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Album Review

This recording documents a live performance at the Donaueschingen Music Festival in 1971, but the co-crediting is somewhat misleading. While the New Eternal Rhythm Orchestra (named for Cherry's magnificent album from a few years prior, Eternal Rhythm) appears throughout, the first two pieces are by Cherry, the last by Penderecki. The two "principals" don't actually come into contact with each other. The orchestra is truly an all-star cast of the cream of European improvisers, each and every one having gone on to significant achievements. Cherry's "Humus - The Life Exploring Force" is a suite not too dissimilar to those he performed on both Eternal Rhythm and the ensuing Relativity Suite (including an early version of "Desireless"), ranging from raga-inspired lines to bluesy refrains, to jaunty modal riffs. If the performance is a little on the ragged side and if vocalist Loes Macgillycutty proves somewhat overbearing, it more than makes up for it in enthusiasm and joy. This is followed by a brief encore in which Cherry gets the audience to sing along on a complex (for Westerners) Indian scale; it's quite enchanting before exploding into a short, orchestral free-for-all. Penderecki's "Actions for Free Jazz Orchestra" is another kettle of fish entirely. The composer had often used jazz elements in his previous works, though always sublimated to his overall classical (if avant-garde) direction. Here, he makes a good attempt to meet this "foreign" genre halfway, allowing the orchestra much latitude for improvisation while supplying dark and brooding borders to keep things corralled. The problem is, that's basically all there is to the piece: alternating written parts (fine in and of themselves) and free improv (also energetically performed) with little to conceptually bind them. It's not a bad performance by any means, and is of some degree of historical import if only to document a relatively rare meeting of the jazz and classical avant-garde, but it doesn't quite hold together as a solid work. Fans of Cherry, though, will definitely want to own this disc as a significant addition to his stellar work of the late '60s and early '70s.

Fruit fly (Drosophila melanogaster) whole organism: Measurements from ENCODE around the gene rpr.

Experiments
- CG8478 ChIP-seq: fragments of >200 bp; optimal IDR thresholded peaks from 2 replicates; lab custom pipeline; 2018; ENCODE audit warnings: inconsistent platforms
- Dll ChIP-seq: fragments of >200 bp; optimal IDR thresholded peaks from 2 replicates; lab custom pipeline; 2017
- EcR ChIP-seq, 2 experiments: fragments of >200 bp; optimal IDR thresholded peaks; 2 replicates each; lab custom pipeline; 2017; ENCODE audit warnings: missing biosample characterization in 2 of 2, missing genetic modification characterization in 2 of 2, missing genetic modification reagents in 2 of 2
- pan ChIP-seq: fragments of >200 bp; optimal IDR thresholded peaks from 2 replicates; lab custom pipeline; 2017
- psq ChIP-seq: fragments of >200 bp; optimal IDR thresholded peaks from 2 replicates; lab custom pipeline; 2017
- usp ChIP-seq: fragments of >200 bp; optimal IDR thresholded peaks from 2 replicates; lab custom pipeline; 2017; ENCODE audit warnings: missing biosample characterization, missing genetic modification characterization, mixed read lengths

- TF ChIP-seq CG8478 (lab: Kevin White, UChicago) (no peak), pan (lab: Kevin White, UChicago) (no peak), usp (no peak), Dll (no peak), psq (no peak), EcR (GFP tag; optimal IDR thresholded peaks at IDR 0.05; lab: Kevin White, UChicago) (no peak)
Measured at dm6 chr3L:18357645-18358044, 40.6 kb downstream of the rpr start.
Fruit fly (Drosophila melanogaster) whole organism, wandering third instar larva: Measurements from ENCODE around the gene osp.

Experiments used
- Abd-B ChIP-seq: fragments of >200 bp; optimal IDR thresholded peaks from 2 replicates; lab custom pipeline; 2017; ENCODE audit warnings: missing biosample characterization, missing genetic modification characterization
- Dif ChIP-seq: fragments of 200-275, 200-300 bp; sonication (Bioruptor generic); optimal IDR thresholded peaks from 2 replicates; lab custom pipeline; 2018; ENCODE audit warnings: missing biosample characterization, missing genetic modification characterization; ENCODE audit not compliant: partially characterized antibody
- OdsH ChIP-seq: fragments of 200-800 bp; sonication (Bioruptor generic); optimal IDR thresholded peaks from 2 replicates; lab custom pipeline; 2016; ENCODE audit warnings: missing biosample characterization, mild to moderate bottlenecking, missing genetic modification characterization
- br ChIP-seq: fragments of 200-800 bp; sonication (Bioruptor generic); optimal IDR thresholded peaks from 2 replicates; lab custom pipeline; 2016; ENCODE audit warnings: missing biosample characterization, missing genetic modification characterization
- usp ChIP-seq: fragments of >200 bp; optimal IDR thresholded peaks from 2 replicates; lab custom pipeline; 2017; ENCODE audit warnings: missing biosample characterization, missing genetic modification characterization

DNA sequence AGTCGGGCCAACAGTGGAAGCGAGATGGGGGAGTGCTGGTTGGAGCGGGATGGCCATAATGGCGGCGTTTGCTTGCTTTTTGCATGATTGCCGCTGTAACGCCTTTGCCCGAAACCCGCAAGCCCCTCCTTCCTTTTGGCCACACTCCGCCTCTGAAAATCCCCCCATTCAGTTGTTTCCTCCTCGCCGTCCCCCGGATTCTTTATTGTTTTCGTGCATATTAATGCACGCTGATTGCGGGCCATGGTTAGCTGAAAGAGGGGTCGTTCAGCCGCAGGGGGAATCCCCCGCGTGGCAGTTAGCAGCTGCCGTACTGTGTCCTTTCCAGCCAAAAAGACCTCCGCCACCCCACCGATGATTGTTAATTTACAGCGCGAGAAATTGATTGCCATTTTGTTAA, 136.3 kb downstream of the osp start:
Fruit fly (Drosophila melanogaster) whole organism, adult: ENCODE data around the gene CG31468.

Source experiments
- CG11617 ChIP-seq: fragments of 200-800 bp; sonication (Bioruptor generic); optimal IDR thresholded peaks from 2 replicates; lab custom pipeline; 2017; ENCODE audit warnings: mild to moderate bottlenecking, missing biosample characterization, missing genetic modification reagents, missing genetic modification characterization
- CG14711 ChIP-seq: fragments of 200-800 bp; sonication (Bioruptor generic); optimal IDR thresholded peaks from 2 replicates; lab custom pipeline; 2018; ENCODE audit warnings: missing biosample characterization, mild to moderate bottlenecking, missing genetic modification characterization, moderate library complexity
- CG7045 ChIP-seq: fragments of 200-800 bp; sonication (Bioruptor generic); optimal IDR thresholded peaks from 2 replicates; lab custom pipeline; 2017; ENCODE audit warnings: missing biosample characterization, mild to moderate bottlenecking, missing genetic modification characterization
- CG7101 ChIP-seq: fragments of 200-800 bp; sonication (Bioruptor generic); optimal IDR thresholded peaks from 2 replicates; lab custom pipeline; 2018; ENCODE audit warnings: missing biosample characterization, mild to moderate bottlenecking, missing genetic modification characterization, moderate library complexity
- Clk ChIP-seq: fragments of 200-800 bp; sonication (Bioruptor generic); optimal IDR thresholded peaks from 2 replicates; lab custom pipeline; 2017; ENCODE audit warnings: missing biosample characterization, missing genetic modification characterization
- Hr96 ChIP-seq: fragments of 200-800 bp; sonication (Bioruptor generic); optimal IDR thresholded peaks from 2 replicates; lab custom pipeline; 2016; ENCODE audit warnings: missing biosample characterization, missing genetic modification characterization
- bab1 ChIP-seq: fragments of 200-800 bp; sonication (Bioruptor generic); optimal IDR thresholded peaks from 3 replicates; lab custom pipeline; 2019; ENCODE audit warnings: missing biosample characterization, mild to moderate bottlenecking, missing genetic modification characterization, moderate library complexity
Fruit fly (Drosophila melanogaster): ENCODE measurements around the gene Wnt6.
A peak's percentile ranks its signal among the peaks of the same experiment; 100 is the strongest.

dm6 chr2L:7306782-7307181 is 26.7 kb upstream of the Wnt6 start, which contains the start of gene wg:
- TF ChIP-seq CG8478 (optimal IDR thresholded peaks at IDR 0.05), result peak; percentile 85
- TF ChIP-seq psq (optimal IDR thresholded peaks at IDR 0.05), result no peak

Customer Reviews

What is the reviewer talking about...

-actions for Free jazz Orchestra more than "holds together" as a piece. Its simply that the person making the review has no clue what the "avant garde" is... his idea of form and balance is alien to what the avant garde was/is trying to accomplish. This guy is clearly fan of Don Cherry's so called "music", which is simply badly put together from the small sample Ive had of his work. You cannot praise a person like Don Cherry in relations to "form and balance" and then say Penderecki (a master of form and balance on almost all of his works) is lacking. If anything Don Cherry shouldn't even be on the same planet as a master as Penderecki, much less a cd, much less a argument on form and control of material. 5 STARS for the PENDERECKI, 1 for the CHERRY... this album is only worth it because its hard to find ACTIONS anywhere else.

YES!

Penderecki Swings! What more could you ask for?

Biography

Born: November 18, 1936 in Oklahoma City, OK

Genre: Jazz

Years Active: '50s, '60s, '70s, '80s, '90s

Imagination and a passion for exploration made Don Cherry one of the most influential jazz musicians of the late 20th century. A founding member of Ornette Coleman's groundbreaking quartet of the late '50s, Cherry continued to expand his musical vocabulary until his death in 1995. In addition to performing and recording with his own bands, Cherry worked with such top-ranked jazz musicians as Steve Lacy, Sonny Rollins, Archie Shepp, Albert Ayler, John Coltrane, and Gato Barbieri. Cherry's most prolific...
Full Bio
Actions, Don Cherry
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  • $10.99
  • Genres: Jazz, Music, Classical
  • Released: Mar 05, 2002

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